Selfies, Hashtags, and the Mechanisms of Ideology

Selfies and hashtags. They’re everywhere. I mean, self-portraits are not a new thing. The word “selfie” is quite new, as words go; Oxford’s 2013 Word of the Year first appeared online back in 2002,  but the word “selfie” carries connotations beyond the simple act of self-portraiture. Selfies are now inextricably woven into the fabric of contemporary social media, usually taken at arm’s length with a mobile device of some sort, but always shared on social media, usually on multiple platforms (crossposts between instagram, facebook, and twitter being among the most common).

God kills a *lot* of kittens, you guys.

God kills a *lot* of kittens, you guys.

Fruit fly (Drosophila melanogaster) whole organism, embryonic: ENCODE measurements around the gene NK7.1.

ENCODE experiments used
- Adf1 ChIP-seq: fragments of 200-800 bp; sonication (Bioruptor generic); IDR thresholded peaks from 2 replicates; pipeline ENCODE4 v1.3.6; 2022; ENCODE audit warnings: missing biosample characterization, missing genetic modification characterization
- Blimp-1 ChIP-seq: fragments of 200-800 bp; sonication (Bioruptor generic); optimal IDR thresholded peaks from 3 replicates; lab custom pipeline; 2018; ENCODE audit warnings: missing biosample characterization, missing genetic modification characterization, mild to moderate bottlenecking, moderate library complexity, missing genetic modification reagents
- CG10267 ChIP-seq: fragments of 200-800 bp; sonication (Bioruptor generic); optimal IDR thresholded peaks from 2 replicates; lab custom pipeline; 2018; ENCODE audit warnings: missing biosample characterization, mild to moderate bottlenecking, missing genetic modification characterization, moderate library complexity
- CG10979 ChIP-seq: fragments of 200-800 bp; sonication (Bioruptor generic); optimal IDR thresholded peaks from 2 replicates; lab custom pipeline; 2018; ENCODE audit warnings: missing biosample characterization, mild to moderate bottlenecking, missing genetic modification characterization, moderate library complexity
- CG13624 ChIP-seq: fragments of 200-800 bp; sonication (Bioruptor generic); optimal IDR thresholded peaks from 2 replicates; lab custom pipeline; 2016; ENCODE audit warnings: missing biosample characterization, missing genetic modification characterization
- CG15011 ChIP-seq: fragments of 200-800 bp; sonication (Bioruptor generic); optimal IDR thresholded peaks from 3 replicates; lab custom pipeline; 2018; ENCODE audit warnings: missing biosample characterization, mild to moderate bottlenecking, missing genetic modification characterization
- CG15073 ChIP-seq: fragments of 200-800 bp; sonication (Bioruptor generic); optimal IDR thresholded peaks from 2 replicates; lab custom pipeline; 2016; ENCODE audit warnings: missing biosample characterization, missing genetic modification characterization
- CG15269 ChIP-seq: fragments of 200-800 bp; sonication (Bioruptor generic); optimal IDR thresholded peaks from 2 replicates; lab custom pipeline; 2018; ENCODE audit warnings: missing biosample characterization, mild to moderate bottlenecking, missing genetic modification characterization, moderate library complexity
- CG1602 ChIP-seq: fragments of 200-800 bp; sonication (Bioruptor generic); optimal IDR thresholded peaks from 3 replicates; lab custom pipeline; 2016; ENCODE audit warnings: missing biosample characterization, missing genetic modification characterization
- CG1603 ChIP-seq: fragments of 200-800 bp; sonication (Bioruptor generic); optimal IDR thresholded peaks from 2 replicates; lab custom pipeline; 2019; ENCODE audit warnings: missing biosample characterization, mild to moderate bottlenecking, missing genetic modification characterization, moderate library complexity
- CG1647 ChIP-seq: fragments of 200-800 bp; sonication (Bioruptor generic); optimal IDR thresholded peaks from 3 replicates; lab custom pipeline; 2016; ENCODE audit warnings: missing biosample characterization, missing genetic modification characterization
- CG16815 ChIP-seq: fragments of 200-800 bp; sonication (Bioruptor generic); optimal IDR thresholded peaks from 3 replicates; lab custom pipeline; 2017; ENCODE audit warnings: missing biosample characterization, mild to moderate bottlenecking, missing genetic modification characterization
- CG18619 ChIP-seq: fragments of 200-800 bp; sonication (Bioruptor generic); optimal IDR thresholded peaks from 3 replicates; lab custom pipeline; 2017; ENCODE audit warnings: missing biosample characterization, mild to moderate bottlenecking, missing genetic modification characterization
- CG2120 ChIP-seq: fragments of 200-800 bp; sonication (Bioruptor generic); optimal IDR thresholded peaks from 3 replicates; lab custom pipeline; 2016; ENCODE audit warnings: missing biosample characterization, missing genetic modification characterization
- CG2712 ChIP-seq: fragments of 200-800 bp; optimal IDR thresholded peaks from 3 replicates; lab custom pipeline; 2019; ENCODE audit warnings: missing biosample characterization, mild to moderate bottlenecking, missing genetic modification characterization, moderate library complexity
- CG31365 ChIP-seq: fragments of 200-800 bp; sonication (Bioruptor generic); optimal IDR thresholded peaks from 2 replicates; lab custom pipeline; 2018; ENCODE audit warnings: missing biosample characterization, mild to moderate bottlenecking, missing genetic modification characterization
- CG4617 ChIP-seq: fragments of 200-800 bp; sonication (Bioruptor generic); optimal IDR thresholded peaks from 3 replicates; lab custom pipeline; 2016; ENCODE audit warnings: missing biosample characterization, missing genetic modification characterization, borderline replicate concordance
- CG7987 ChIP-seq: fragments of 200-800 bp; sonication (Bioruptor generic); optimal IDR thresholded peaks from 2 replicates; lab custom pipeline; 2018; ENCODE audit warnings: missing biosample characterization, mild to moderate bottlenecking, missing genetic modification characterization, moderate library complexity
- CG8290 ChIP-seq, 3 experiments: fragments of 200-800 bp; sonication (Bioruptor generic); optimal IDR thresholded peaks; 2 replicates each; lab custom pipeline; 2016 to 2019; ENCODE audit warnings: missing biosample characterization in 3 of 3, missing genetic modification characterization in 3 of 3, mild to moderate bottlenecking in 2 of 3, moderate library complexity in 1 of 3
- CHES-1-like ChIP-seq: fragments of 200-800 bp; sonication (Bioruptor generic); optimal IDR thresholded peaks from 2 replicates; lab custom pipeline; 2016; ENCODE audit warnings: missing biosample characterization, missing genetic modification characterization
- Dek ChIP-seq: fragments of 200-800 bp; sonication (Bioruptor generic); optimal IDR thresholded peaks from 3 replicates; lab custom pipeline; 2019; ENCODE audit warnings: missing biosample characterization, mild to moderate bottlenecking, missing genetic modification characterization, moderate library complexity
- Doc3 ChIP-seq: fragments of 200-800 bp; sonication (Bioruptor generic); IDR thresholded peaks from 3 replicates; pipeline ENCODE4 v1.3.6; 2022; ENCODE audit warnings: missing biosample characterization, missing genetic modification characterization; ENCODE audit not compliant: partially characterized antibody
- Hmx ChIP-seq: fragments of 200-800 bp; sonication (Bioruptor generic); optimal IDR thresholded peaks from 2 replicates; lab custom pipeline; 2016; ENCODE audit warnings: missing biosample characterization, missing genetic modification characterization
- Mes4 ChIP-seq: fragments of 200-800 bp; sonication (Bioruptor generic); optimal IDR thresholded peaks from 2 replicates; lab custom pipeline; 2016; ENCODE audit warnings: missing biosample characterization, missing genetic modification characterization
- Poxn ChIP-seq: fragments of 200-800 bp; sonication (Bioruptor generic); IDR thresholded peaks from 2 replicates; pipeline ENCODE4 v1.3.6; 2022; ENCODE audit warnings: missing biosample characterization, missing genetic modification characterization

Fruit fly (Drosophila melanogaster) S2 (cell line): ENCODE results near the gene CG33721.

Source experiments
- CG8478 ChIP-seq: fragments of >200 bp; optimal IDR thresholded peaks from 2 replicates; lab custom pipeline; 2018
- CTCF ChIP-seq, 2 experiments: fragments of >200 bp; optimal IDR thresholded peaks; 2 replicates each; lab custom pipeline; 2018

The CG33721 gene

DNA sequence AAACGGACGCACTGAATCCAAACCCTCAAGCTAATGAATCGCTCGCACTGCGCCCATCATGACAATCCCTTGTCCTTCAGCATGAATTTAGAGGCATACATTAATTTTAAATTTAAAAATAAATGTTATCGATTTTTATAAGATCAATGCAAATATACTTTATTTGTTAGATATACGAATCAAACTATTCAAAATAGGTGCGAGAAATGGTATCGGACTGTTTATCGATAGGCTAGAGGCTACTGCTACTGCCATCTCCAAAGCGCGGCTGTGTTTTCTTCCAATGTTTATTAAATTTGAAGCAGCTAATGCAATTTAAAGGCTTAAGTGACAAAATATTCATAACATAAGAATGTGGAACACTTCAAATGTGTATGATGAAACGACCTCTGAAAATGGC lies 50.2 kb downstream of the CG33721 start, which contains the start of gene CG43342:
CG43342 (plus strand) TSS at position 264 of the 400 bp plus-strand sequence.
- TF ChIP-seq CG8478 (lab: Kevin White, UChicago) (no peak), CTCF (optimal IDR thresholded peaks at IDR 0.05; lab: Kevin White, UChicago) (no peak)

The cultural phenomenon of the instant-share self-portrait has been developing since the days of the myspace photo and the early years of popular access to digital photography. It’s only in the last few years, though, that the selfie has become a cultural entity, owing to increased access to higher quality mobile devices and the ubiquity of social media platforms like facebook, twitter, and instagram, social media’s current darling. And now we have this new phenomenon of the campaign selfie, the next big thing in hashtag activism, a self-portrait shared with social media for the purpose of raising awareness or expressing an opinion about a sociopolitical matter of some sort. Usually it involves holding up a sign of some kind. Everyone’s doing it. Even Michelle Obama.

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